By Victor Weis, CEO of the Heschel Center
Mankind has improved its ability to produce goods. The problem is, that the way we make our products flows in one direction: we take a natural resource and turn it into a product, which after a short while ends its life as waste, polluting the ground, the air and our water.
Nature also produces products. I, for instance, love oranges. Think about it: we receive a delicious product in packaging that could be edible that protects the product. After we consume the orange, the packaging returns to the land, potentially nourishing the tree from which it came, and voila(!), we have a new orange. There is no waste and no pollution involved in the process. Nature makes products in a circular model, and we, humans, make products in a linear model.
I learned this basic idea from the Heschel Center a dozen years ago. During the last decade, industries based on the Circular Economy (CE) model have been growing rapidly, because it is not only sustainable and environmentally friendly, but because it allows for an efficient usage of natural resources and saves money.
In Israel, CE is a nice idea promoted by a handful on people, and very few companies have adopted the model.
Fortunately, this is about to change.
The Heschel Center has studied the National Dutch Circular Economy Plan, and we have begun working with the Israeli Ministry of Economy on a building a national plan for Israel to adopt the Circular Economy model. Joining us in partnership is the Manufacturer’s Association, the Israeli Council for Green Building, KPMG Israel and the Ministry of Environmental Protection.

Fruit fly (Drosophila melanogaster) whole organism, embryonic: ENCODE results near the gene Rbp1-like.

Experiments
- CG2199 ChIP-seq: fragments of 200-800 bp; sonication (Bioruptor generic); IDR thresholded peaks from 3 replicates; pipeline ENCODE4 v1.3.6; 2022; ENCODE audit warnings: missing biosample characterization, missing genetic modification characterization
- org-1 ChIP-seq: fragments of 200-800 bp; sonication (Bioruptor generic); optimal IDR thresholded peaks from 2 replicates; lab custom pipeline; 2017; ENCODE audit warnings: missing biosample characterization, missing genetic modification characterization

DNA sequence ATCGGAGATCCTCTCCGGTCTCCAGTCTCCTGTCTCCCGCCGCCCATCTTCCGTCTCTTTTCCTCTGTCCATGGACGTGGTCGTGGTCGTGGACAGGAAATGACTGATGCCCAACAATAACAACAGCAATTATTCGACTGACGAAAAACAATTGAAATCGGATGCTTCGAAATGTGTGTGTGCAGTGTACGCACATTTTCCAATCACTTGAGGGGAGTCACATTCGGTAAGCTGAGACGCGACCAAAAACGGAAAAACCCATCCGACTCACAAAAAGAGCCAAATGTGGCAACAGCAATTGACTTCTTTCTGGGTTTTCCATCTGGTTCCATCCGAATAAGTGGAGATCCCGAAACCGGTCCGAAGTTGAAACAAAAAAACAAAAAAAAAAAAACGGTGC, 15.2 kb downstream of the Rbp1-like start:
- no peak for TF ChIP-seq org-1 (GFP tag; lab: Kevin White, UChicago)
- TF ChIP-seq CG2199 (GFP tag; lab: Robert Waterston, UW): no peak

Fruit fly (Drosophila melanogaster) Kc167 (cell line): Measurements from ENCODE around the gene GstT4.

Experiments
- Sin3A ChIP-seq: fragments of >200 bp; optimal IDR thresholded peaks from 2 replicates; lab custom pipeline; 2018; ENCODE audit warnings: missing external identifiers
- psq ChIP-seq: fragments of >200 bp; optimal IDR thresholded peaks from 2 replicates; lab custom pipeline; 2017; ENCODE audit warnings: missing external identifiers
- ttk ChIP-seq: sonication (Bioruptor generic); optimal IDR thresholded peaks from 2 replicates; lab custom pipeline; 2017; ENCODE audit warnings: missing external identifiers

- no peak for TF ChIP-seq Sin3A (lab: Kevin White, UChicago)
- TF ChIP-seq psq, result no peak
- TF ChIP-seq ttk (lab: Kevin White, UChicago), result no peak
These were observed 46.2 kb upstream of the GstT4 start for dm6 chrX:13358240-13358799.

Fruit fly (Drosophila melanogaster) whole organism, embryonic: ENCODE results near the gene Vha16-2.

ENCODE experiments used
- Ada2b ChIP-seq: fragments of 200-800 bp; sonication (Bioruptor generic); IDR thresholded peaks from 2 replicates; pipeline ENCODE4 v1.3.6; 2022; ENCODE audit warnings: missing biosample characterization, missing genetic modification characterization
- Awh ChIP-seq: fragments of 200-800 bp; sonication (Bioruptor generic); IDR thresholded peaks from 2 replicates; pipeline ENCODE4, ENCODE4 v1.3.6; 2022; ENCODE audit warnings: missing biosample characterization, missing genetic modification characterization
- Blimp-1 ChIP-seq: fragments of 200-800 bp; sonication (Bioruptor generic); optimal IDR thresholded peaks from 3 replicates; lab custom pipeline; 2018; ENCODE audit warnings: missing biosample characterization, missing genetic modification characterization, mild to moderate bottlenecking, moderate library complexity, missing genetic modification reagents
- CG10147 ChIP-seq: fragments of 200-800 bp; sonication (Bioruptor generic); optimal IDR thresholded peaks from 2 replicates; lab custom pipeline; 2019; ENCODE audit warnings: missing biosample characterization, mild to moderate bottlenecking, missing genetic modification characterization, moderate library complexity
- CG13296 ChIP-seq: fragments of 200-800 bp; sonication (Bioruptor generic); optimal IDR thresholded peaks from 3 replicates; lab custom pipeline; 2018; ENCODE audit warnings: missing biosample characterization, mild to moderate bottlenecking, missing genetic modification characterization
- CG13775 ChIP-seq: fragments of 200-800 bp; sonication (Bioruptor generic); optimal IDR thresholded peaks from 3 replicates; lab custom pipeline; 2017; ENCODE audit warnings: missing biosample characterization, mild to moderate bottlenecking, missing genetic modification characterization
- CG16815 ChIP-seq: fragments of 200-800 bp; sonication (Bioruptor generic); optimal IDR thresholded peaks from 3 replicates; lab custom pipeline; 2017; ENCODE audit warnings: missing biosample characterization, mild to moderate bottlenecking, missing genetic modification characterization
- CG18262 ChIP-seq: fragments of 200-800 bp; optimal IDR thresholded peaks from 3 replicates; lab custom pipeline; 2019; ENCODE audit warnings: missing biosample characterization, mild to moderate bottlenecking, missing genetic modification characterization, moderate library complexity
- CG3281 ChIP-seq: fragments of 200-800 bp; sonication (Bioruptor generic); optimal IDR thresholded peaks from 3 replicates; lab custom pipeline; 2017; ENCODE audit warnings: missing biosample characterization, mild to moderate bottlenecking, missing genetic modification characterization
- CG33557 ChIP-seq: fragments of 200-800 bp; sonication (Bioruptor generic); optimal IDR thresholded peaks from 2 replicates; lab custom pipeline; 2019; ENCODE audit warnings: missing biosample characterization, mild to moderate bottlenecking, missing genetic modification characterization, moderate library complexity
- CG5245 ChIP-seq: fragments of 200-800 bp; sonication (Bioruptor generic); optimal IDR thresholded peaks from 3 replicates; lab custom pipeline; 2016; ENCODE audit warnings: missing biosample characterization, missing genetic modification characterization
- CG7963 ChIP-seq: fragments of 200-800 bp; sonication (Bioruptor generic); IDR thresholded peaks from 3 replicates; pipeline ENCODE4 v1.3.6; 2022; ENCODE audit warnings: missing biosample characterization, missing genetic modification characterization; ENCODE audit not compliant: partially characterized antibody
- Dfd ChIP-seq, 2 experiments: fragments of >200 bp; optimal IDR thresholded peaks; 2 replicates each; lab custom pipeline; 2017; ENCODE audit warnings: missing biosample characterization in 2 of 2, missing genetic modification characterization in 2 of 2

In its first stage, the plan focuses on three sectors: construction, chemistry and pharmaceuticals and packaging. Thanks to a partnership with the Dutch Embassy, we brought Mr. Arnoud Walrecht, an expert in circular economy from KPMG Holland to Israel to dialogue at a workshop with representatives from these three sectors. During the workshop, participants learned and discussed the opportunities the model offers with Mr. Walrecht and their peers.
An important part of the Dutch expert’s short visit in Israel also included an evening reception at the Dutch Ambassador’s residence with senior directors from the Israeli Industry, and a learning session with the Ministry of Economy the next day.
The three gatherings around Mr. Walrecht’s visit successfully engaged stakeholders in the Israeli industry who are excited to collaborate with us and promote circular economy model within their industries.
We are deeply grateful to our partners: the Dutch Embassy, KPMG Israel, the Manufacturer’s Association, the Israeli Green Building Council, and the Ministry of Economy and the Ministry of Environmental Protection.